The Forager’s Dilemma: Food Sharing and Food Defense as Risk‐Sensitive Foraging Options

Département des Sciences Biologiques, Université du Québec à Montréal, Case postale 8888, Succursale Centre-Ville, Montréal, Québec H3C 3P8, Canada.
The American Naturalist (Impact Factor: 3.83). 01/2004; 162(6):768-79. DOI: 10.1086/379202
Source: PubMed


Although many variants of the hawk-dove game predict the frequency at which group foraging animals should compete aggressively, none of them can explain why a large number of group foraging animals share food clumps without any overt aggression. One reason for this shortcoming is that hawk-dove games typically consider only a single contest, while most group foraging situations involve opponents that interact repeatedly over discovered food clumps. The present iterated hawk-dove game predicts that in situations that are analogous to a prisoner's dilemma, animals should share the resources without aggression, provided that the number of simultaneously available food clumps is sufficiently large and the number of competitors is relatively small. However, given that the expected gain of an aggressive animal is more variable than the gain expected by nonaggressive individuals, the predicted effect of the number of food items in a clump-clump richness-depends on whether only the mean or both the mean and variability associated with payoffs are considered. More precisely, the deterministic game predicts that aggression should increase with clump richness, whereas the stochastic risk-sensitive game predicts that the frequency of encounters resulting in aggression should peak at intermediate clump richnesses or decrease with increasing clump richness if animals show sensitivity to the variance or coefficient of variation, respectively.

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Available from: Luc-Alain Giraldeau, Mar 12, 2014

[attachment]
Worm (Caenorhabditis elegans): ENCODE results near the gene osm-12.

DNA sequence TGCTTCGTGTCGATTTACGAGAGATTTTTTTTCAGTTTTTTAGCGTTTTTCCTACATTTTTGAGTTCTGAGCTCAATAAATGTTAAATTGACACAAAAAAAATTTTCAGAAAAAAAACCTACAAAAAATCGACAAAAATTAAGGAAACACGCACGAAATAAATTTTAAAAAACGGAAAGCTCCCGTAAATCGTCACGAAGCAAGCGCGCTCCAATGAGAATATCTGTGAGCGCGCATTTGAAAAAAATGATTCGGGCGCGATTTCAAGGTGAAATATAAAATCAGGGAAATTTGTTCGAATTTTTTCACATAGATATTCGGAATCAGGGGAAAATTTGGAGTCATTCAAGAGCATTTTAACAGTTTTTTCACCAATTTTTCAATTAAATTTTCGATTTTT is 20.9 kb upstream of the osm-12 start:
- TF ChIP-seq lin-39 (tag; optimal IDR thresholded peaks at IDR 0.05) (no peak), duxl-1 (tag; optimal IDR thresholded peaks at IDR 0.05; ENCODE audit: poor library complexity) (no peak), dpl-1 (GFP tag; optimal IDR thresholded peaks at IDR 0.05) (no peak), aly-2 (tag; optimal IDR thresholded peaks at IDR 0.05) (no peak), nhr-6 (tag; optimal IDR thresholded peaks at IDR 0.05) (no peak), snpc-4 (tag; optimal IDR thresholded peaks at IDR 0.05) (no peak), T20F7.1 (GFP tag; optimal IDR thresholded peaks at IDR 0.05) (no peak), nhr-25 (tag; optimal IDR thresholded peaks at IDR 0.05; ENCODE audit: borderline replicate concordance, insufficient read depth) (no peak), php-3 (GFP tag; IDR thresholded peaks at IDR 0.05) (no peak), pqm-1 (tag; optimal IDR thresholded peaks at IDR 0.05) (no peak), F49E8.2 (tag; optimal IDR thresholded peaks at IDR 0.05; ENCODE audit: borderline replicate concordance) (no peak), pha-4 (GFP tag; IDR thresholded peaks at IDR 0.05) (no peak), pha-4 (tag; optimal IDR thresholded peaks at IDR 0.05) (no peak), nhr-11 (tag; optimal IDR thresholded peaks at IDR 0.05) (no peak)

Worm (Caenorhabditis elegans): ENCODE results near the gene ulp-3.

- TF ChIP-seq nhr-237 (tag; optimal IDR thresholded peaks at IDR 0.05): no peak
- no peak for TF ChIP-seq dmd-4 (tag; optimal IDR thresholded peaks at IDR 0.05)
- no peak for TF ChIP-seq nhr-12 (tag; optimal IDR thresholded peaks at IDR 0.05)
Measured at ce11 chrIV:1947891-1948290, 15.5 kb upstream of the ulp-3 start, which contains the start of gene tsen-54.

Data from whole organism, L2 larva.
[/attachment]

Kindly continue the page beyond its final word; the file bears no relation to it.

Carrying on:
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    • "A neuroeconomical approach may also facilitate translational approaches, as neuroeconomic paradigms can capture elements of social hierarchical organization, that is readily observable in animals, but traditionally harder to evaluate in humans. Indeed authors have used neuroeconomical paradigms in order to explain optimal foraging behavior in the wild (Dubois and Giraldeau, 2003). Although the amount of current scientific input from clinical populations is extremely limited, these recent suggestions are important in highlighting the potential of neuroeconomical paradigms as a cornerstone for the future of psychiatric research. "
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    • "They may also adjust the intensity of their aggression depending on the value of the resource in dispute (Arnott and Elwood 2008); and fighting may occasionally escalate if information regarding contender asymmetry is imperfect (Maynard Smith and Parker 1976; Hongo 2003; Gherardi 2006). Dubois and Giraldeau (2003, 2007) suggested that if the finder is able to adjust its behavior to match that of its opponent, this should dissuade the joiner from escalating the fight and, when this happens, sharing the food might be the best strategy for both the finder and the joiner. Body size is frequently correlated with RHP and larger contestants tend to win in many species (Arnott and Elwood 2009). "
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    • "Risk can play a role in social foraging decisions as food sharing can be an important method for overcoming risk (Dubois and Giraldeau 2003; Wu and Giraldeau 2005). We show that risk can play an important role in even the smallest of social groups, the pair, as risk partitioning can increase the fitness of both partners. "
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